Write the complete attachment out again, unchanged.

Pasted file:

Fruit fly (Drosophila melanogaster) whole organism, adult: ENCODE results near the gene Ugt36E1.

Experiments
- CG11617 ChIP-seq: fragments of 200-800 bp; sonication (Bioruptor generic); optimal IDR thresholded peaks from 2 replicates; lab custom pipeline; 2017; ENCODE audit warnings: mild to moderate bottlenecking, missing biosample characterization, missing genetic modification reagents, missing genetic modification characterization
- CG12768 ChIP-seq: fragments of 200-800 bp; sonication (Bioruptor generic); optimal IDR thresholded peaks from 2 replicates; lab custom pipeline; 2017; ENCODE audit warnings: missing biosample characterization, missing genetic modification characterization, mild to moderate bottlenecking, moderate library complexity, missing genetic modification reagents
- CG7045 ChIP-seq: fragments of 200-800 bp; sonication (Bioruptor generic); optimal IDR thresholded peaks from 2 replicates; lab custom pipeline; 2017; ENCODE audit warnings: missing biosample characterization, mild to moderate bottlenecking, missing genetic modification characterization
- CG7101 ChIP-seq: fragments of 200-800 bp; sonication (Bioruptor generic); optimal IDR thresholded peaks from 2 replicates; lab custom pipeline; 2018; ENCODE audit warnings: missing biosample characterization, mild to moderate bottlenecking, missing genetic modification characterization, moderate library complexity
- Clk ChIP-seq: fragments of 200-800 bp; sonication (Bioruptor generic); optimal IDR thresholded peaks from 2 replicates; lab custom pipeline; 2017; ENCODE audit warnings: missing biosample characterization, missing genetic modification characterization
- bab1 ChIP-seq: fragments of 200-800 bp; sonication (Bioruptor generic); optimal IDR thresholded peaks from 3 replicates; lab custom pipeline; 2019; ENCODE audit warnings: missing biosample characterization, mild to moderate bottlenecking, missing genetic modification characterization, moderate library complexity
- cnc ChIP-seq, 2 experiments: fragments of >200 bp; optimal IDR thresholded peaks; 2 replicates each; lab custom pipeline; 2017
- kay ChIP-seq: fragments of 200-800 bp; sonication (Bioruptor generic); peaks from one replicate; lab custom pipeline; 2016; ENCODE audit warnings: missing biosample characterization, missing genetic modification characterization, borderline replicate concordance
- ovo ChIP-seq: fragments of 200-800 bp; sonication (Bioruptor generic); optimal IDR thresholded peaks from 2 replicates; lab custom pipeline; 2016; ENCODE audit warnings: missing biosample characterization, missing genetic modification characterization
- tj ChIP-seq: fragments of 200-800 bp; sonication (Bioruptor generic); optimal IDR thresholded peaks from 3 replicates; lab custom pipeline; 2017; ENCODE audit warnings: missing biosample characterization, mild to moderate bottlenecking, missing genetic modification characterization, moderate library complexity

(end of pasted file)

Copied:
Fruit fly (Drosophila melanogaster) whole organism, adult: ENCODE results near the gene Ugt36E1.

Experiments
- CG11617 ChIP-seq: fragments of 200-800 bp; sonication (Bioruptor generic); optimal IDR thresholded peaks from 2 replicates; lab custom pipeline; 2017; ENCODE audit warnings: mild to moderate bottlenecking, missing biosample characterization, missing genetic modification reagents, missing genetic modification characterization
- CG12768 ChIP-seq: fragments of 200-800 bp; sonication (Bioruptor generic); optimal IDR thresholded peaks from 2 replicates; lab custom pipeline; 2017; ENCODE audit warnings: missing biosample characterization, missing genetic modification characterization, mild to moderate bottlenecking, moderate library complexity, missing genetic modification reagents
- CG7045 ChIP-seq: fragments of 200-800 bp; sonication (Bioruptor generic); optimal IDR thresholded peaks from 2 replicates; lab custom pipeline; 2017; ENCODE audit warnings: missing biosample characterization, mild to moderate bottlenecking, missing genetic modification characterization
- CG7101 ChIP-seq: fragments of 200-800 bp; sonication (Bioruptor generic); optimal IDR thresholded peaks from 2 replicates; lab custom pipeline; 2018; ENCODE audit warnings: missing biosample characterization, mild to moderate bottlenecking, missing genetic modification characterization, moderate library complexity
- Clk ChIP-seq: fragments of 200-800 bp; sonication (Bioruptor generic); optimal IDR thresholded peaks from 2 replicates; lab custom pipeline; 2017; ENCODE audit warnings: missing biosample characterization, missing genetic modification characterization
- bab1 ChIP-seq: fragments of 200-800 bp; sonication (Bioruptor generic); optimal IDR thresholded peaks from 3 replicates; lab custom pipeline; 2019; ENCODE audit warnings: missing biosample characterization, mild to moderate bottlenecking, missing genetic modification characterization, moderate library complexity
- cnc ChIP-seq, 2 experiments: fragments of >200 bp; optimal IDR thresholded peaks; 2 replicates each; lab custom pipeline; 2017
- kay ChIP-seq: fragments of 200-800 bp; sonication (Bioruptor generic); peaks from one replicate; lab custom pipeline; 2016; ENCODE audit warnings: missing biosample characterization, missing genetic modification characterization, borderline replicate concordance
- ovo ChIP-seq: fragments of 200-800 bp; sonication (Bioruptor generic); optimal IDR thresholded peaks from 2 replicates; lab custom pipeline; 2016; ENCODE audit warnings: missing biosample characterization, missing genetic modification characterization
- tj ChIP-seq: fragments of 200-800 bp; sonication (Bioruptor generic); optimal IDR thresholded peaks from 3 replicates; lab custom pipeline; 2017; ENCODE audit warnings: missing biosample characterization, mild to moderate bottlenecking, missing genetic modification characterization, moderate library complexity